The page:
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KAI RYSSDAL: Partisanship aside, health care reform is going to be as hard as it is because, well, there are trillions of dollars on the line. In a recession, though, perhaps not as many trillions as before. A study out today from Thomson Reuters finds most hospitals in this country are feeling the financial strains.
Janet Babin reports from the Marketplace Innovations Desk at North Carolina Public Radio.
JANET BABIN: If you've seen a hospital bill recently, you might find this hard to believe: Hospitals are losing money. The Thomson Reuters study reviewed data from about 5,000 facilities.
Gary Pickens was the study's lead author:
Gary Pickens: About half of all hospitals are operating in the red. So this is an unprecedented historical phenomenon that we're seeing.
Pickens says as more people lose their jobs, they also lose their health insurance. Patients without coverage usually pay less for the same hospital care. So hospital reimbursement rates have shrunk. Some patients are putting off procedures altogether.
And just like our 401K plans, hospital investment portfolios have lost a lot of their value.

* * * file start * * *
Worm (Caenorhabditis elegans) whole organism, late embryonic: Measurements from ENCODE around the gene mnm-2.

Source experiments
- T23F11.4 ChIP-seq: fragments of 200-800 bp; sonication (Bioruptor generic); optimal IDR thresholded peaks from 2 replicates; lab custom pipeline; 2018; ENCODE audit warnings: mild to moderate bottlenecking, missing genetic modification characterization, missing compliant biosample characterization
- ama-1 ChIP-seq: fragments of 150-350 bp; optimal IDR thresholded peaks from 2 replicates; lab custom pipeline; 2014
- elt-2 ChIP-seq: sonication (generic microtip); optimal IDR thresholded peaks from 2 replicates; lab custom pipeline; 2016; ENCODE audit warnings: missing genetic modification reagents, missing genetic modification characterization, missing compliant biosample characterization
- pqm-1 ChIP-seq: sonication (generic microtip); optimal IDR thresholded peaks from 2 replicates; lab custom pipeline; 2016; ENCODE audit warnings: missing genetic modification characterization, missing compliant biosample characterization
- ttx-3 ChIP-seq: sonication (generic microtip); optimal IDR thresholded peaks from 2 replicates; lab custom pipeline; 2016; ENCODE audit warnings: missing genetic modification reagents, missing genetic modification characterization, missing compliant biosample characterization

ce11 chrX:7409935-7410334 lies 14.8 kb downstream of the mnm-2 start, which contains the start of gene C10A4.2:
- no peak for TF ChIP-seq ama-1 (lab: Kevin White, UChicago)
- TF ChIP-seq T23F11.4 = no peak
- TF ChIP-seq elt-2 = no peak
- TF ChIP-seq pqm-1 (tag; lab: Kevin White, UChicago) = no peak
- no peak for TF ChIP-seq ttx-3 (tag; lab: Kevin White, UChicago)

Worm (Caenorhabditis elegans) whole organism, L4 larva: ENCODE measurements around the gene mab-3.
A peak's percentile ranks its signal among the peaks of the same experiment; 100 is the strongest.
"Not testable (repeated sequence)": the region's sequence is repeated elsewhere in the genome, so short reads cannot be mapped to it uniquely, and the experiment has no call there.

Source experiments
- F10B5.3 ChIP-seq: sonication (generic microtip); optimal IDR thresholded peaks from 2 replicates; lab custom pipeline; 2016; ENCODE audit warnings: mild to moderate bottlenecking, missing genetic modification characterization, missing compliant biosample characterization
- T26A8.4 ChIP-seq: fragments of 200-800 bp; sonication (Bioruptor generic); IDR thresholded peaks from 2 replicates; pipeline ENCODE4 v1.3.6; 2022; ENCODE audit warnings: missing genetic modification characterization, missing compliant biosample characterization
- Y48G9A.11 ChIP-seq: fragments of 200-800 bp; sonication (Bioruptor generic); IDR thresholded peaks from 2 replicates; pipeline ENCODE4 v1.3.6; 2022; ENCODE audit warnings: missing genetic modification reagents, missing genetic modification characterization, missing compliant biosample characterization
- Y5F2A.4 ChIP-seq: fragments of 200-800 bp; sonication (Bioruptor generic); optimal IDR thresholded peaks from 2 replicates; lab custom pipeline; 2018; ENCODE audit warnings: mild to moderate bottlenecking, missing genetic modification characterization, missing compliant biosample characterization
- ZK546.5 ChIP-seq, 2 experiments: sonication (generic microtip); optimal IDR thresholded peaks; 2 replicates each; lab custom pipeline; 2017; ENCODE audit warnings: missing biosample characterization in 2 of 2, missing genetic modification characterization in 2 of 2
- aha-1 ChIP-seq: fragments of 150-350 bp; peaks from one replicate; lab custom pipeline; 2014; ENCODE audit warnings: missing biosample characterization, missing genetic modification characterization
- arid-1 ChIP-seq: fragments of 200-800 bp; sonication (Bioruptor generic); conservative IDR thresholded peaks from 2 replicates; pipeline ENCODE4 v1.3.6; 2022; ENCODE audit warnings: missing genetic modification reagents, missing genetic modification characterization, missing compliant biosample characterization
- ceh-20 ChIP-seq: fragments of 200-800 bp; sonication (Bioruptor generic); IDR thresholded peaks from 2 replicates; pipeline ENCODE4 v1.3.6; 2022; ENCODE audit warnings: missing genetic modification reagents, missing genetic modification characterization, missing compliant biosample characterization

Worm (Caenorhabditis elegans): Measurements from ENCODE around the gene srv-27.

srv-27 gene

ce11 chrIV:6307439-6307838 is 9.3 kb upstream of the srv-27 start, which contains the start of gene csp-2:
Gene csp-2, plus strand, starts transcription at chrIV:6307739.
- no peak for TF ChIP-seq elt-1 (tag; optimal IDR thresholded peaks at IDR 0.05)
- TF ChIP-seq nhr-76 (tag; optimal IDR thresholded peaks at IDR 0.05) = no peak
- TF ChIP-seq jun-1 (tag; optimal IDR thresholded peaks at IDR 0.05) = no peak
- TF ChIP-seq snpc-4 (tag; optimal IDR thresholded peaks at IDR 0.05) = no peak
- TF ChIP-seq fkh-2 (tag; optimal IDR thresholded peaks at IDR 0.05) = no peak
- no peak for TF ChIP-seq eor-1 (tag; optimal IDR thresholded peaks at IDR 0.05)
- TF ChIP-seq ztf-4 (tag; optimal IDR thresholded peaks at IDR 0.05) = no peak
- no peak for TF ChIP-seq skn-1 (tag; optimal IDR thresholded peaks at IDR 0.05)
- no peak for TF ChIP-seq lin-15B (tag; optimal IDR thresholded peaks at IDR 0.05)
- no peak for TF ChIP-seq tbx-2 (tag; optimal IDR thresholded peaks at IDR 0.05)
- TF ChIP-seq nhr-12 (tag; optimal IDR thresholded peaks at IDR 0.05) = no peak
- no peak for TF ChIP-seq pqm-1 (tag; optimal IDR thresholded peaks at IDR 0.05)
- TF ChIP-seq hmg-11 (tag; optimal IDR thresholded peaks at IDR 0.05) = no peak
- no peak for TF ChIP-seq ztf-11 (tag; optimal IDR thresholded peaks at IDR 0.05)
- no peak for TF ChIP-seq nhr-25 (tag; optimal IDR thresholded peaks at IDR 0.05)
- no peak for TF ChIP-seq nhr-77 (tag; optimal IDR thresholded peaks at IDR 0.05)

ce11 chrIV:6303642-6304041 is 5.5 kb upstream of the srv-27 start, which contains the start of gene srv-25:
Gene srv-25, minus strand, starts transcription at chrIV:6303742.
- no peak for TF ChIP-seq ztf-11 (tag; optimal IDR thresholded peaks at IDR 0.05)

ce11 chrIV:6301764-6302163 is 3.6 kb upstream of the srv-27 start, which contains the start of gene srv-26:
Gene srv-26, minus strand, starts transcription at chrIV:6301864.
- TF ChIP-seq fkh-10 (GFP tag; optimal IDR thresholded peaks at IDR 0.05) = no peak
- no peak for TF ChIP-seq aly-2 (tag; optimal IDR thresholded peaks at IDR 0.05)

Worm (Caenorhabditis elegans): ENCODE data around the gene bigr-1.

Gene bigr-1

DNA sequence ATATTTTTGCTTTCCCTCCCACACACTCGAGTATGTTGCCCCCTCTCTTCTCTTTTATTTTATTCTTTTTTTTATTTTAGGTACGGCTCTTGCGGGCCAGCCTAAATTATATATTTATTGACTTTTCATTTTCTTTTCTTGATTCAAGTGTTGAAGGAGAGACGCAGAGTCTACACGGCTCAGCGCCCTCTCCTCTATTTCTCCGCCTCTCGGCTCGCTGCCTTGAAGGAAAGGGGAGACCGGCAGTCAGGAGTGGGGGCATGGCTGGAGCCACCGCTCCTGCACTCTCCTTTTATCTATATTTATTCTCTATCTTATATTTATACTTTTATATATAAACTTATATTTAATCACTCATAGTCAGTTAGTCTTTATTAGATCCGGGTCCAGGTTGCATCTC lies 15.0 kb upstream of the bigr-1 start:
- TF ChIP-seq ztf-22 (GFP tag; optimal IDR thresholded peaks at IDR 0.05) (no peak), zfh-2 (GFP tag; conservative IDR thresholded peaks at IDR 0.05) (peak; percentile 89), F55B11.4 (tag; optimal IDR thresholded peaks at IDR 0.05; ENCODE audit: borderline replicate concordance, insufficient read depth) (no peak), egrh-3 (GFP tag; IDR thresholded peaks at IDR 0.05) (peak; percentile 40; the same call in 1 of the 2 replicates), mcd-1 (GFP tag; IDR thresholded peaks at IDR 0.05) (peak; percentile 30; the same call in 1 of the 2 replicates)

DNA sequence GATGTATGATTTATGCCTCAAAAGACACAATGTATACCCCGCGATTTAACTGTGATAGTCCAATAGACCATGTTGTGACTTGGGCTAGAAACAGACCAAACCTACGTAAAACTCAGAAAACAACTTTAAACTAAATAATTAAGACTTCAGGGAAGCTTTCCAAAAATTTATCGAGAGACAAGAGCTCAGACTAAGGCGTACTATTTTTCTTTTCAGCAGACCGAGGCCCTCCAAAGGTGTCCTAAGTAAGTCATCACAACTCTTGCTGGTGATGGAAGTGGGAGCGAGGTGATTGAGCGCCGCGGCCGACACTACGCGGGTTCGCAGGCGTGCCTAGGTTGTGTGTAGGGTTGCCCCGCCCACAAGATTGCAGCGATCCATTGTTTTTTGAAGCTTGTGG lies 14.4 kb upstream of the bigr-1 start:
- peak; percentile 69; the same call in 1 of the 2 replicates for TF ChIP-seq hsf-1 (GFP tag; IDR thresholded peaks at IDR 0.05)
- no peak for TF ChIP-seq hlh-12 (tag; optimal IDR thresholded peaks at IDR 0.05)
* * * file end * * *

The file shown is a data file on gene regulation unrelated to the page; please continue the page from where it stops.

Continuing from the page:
Chris Ellington is chief financial officer at University of North Carolina hospitals:
Chris Ellington: All of our cash flow is being eaten up by losses in investments. And our investment portfolio was conservative to begin with.
Some hospitals have stopped offering certain procedures and trimmed staff. But they can only cut so far.
Dr. Alan Garber at the Center for Health Policy at Stanford University says hospitals will have to look for other ways to reduce expenses.
Alan Garber: That means delaying or canceling building projects, possibly delaying the purchase of expensive equipment.
As the recession continues, Ellington, at UNC, expects a hospital shakeout.
Ellington: There will be some winners and losers over the next year in health care, for sure.
The closures and consolidations could leave some communities without access to the latest medical technologies or key procedures.
I'm Janet Babin for Marketplace.